181. So, there are rules
    for the progression of action.
  182. We are supposed to follow them,
    and school encourages us
  183. to follow these rules.
    There are many of them.
  184. In my class, there were
    few deaf students-- this is at RIT.
  185. I eagerly rolled up my sleeves
    because I wanted--
  186. the various terms and rules--
  187. everything-- I wanted to rearrange
    them so I could make
  188. a deaf film. The result is my first
  189. film at RIT. The goal was to--
  190. you know-- deaf, signed dialogue
  191. on the movie screen-- if I signed
    out of frame... it's always "Cut!"
  192. 'Cut!' Your hand is out of frame.
  193. 'Do it again.'
  194. My friend and I wanted to challenge that.
  195. I said, 'No, I think that the fear
    of a hand out of frame
  196. should not constrain us
    to signing awkwardly within the frame.
  197. They will still be able to understand me.
    I believe that.'
  198. And so we made this movie.
  199. Two interesting things happened here.
  200. I showed this to an audience and
  201. I must have been a freshman.
  202. I was working with a small camera,
    and I was filled with ideas.
  203. So we executed those ideas,
    just to prove that we could do it.
  204. The audience saw it,
    and they said, 'Wow.'
  205. But as I sat in the audience,
  206. I felt something was missing.
  207. It didn't feel natural. It didn't.
  208. My deaf world-- the one that I saw--
  209. this wasn't it.
  210. This movie showed a different world.
  211. I realized this.
  212. The other thing: why was there a phone?
    The man was deaf.
  213. That was my mistake. I still don't know
    why we had a phone.
  214. And my struggle began
    with this project.
  215. In my following projects, I followed
    all of the rules of film language.
  216. I tried various ways
    to rearrange the rules.
  217. But I never got the feeling
    that it was natural.
  218. I wanted to watch something
    on the screen and say
  219. "That's my world!"
    Right there, on the screen.
  220. I had never experienced that.
  221. Film language had a box around it,
    and I felt trapped in this box.
  222. I struggled to get out of the box
    by rearranging the rules.
  223. Then I realized
    I should just put the box aside.
  224. This box had a set of rules
  225. developed over time. And everybody else
    worked with sound.
  226. It didn't matter which country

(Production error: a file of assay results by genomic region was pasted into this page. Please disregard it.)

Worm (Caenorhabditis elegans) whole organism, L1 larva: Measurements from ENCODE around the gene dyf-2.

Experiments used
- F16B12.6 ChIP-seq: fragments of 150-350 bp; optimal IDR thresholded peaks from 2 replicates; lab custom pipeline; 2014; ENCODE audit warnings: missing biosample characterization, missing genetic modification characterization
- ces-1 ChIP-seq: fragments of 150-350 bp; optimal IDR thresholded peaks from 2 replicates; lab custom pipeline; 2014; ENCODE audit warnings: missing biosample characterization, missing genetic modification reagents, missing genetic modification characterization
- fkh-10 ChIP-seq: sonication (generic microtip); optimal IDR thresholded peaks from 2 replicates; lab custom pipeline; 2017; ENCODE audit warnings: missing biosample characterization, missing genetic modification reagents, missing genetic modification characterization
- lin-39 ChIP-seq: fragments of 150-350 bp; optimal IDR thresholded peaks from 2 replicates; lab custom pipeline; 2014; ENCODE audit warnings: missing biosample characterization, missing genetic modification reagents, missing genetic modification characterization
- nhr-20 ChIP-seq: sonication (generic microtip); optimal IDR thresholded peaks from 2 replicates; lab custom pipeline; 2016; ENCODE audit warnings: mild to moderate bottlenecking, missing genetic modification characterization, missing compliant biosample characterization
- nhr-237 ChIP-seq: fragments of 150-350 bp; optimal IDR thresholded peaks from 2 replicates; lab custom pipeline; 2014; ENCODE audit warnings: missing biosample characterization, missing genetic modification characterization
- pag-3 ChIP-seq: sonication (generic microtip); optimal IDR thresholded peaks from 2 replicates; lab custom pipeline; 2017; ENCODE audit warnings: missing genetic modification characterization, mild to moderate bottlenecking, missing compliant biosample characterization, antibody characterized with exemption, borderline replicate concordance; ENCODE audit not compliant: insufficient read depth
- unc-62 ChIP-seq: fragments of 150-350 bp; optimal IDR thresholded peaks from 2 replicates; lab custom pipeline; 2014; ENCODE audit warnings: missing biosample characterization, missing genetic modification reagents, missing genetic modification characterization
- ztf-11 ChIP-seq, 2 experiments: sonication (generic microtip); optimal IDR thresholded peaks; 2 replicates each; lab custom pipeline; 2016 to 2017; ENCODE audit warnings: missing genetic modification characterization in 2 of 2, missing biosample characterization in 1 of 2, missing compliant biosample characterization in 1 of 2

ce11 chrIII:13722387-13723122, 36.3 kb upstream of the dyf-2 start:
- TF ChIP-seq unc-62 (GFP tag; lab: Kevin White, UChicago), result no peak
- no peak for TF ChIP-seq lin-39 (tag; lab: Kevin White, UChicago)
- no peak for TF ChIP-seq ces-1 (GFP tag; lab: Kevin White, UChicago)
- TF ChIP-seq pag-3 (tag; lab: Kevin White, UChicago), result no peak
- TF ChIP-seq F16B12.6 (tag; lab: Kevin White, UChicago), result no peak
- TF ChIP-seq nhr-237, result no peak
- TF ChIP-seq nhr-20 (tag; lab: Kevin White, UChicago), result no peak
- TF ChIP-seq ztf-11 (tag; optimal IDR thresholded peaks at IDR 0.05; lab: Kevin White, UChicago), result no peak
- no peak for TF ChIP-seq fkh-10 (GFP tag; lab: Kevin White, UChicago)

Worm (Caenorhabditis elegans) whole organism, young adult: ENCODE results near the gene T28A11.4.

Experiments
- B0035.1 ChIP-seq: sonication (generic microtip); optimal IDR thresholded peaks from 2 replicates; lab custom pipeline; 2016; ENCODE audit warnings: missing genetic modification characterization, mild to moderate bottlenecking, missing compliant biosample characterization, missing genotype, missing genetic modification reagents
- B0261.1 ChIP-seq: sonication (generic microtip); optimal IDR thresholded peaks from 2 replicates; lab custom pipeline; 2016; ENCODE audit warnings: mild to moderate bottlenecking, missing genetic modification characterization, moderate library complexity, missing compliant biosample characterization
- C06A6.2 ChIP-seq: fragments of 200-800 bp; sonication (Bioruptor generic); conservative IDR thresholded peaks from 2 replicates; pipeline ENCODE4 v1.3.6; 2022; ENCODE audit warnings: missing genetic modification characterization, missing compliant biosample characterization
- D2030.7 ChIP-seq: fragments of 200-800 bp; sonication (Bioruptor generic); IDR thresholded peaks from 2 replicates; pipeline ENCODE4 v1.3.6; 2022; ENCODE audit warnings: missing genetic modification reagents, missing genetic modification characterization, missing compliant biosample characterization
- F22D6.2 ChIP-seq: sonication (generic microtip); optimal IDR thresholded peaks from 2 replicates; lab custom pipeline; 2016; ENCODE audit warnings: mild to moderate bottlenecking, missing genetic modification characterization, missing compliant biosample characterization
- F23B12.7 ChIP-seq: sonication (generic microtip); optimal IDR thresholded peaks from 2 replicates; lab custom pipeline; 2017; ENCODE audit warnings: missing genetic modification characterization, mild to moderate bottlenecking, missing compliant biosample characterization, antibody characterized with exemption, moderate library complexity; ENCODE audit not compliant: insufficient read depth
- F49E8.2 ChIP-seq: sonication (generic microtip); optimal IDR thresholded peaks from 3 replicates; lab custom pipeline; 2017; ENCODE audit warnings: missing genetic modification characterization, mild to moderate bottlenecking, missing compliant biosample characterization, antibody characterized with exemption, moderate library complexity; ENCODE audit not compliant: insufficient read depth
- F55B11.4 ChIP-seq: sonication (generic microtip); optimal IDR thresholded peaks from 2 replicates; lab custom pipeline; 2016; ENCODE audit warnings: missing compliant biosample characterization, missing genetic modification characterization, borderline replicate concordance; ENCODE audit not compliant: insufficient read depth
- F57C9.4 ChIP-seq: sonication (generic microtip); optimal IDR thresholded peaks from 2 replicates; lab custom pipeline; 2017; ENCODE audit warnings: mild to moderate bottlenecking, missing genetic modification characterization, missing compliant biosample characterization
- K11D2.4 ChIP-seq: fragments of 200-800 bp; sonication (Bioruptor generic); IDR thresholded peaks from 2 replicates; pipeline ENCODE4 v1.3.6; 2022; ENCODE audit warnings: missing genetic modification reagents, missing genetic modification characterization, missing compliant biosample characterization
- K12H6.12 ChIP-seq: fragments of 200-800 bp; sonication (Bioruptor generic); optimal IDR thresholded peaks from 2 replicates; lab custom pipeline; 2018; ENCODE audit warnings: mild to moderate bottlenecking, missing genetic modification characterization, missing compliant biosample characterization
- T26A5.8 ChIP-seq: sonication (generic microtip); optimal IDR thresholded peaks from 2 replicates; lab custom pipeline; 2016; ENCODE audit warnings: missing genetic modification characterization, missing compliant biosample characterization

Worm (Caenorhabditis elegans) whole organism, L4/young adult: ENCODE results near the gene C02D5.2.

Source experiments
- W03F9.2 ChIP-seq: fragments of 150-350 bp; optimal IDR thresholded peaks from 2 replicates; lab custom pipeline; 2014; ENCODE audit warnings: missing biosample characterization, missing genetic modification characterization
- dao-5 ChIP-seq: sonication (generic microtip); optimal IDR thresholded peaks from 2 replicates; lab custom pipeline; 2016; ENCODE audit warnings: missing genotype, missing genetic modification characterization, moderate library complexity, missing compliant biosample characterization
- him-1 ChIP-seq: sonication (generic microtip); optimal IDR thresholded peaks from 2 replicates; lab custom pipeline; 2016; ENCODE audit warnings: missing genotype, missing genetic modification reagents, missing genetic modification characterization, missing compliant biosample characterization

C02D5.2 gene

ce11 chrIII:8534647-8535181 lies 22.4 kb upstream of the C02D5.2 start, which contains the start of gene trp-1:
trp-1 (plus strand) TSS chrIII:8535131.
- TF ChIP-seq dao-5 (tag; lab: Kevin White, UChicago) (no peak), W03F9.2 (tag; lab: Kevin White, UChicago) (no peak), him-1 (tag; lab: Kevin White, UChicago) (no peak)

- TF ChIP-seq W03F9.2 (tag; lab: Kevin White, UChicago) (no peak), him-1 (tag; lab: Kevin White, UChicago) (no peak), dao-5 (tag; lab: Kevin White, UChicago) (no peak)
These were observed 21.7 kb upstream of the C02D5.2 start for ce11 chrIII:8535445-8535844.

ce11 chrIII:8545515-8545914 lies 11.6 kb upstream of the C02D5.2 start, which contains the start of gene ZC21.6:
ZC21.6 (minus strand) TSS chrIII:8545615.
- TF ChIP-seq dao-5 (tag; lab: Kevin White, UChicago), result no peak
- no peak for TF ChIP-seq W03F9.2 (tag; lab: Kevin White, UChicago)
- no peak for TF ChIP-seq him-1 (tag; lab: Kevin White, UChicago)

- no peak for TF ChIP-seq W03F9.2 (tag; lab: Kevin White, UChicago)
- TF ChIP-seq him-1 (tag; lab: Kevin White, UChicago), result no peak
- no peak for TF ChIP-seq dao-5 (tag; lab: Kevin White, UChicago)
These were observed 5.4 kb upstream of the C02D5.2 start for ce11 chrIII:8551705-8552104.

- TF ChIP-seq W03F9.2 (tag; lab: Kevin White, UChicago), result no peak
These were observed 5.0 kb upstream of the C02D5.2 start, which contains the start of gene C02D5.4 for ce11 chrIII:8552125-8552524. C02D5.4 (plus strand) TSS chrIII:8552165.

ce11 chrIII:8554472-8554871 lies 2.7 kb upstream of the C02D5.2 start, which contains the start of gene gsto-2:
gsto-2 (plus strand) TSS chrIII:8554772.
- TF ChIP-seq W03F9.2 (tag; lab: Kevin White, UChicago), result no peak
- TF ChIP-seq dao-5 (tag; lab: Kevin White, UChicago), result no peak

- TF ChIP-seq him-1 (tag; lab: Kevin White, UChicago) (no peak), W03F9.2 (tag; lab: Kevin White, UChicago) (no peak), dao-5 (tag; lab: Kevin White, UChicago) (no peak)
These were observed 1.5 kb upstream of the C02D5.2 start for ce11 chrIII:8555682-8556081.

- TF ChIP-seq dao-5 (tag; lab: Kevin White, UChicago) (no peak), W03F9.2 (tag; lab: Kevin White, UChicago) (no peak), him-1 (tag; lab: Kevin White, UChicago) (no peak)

you came from--
  227. everybody was working with sound
    as an essential part of their film.
  228. This influenced the editing of the movie
    -- sound was tied up in all of this.
  229. I'm a deaf person. I'm very visual.
  230. I didn't even think about sound at all.
  231. This realization led me to look within.
  232. My world, and how I perceived it.
  233. And how I should apply
    these principles to film.
  234. You all know what a script is.
    Writing on a paper.
  235. It starts with 'INT: A TREEHOUSE...
  236. So-and-so character... and so on.'
  237. Words on pages.
  238. My first thought: the language.
  239. We use sign language.
  240. Sure, I can write it down--
    my English is OK.
  241. But I struggled in writing on the page.
  242. Sign language...
  243. Bernard Bragg
  244. and Ben Bahan,
  245. the Gallaudet professor
  246. always told us that ASL
  247. has cinematic value.
  248. They said that sign language is
    just like the film screen.
  249. A roving eye, closeups, and so on.
  250. And that was true. But was it identical?
  251. Not really.
  252. I think sign language
  253. is far more rich than what we have
    to work with in cinema.
  254. ASL goes far and beyond that.
  255. So the written script should be discarded.
  256. In its place, we could have an ASL script.
  257. I sign the story in front of a camera.
  258. Recently, I did that for a project.
  259. Here's what it looked like.
  260. The frame zooms in and
    we go through a wall.
  261. This is actually 6th Street.
  262. Cars drive up and down,
    and buildings line the road.
  263. Clouds fly above our heads
  264. and a pair of hands appear,
    which make a brushing motion.
  265. And for real, a row of buildings
    disappear into the ground.
  266. The hands make another gesture,
    and a new building appears in its place.
  267. Here, we see drawings turn into buildings,
    and they now occupy the side of the road.
  268. This was my first ASL script.
  269. I wasn't the only one that used it.
    We had an entire team,
  270. a big team,
  271. of deaf crew members.
    There were prop artists,
  272. actors and their coaches,
  273. cameramen, editors,
    special effects people,
  274. a big team. And we all relied on this.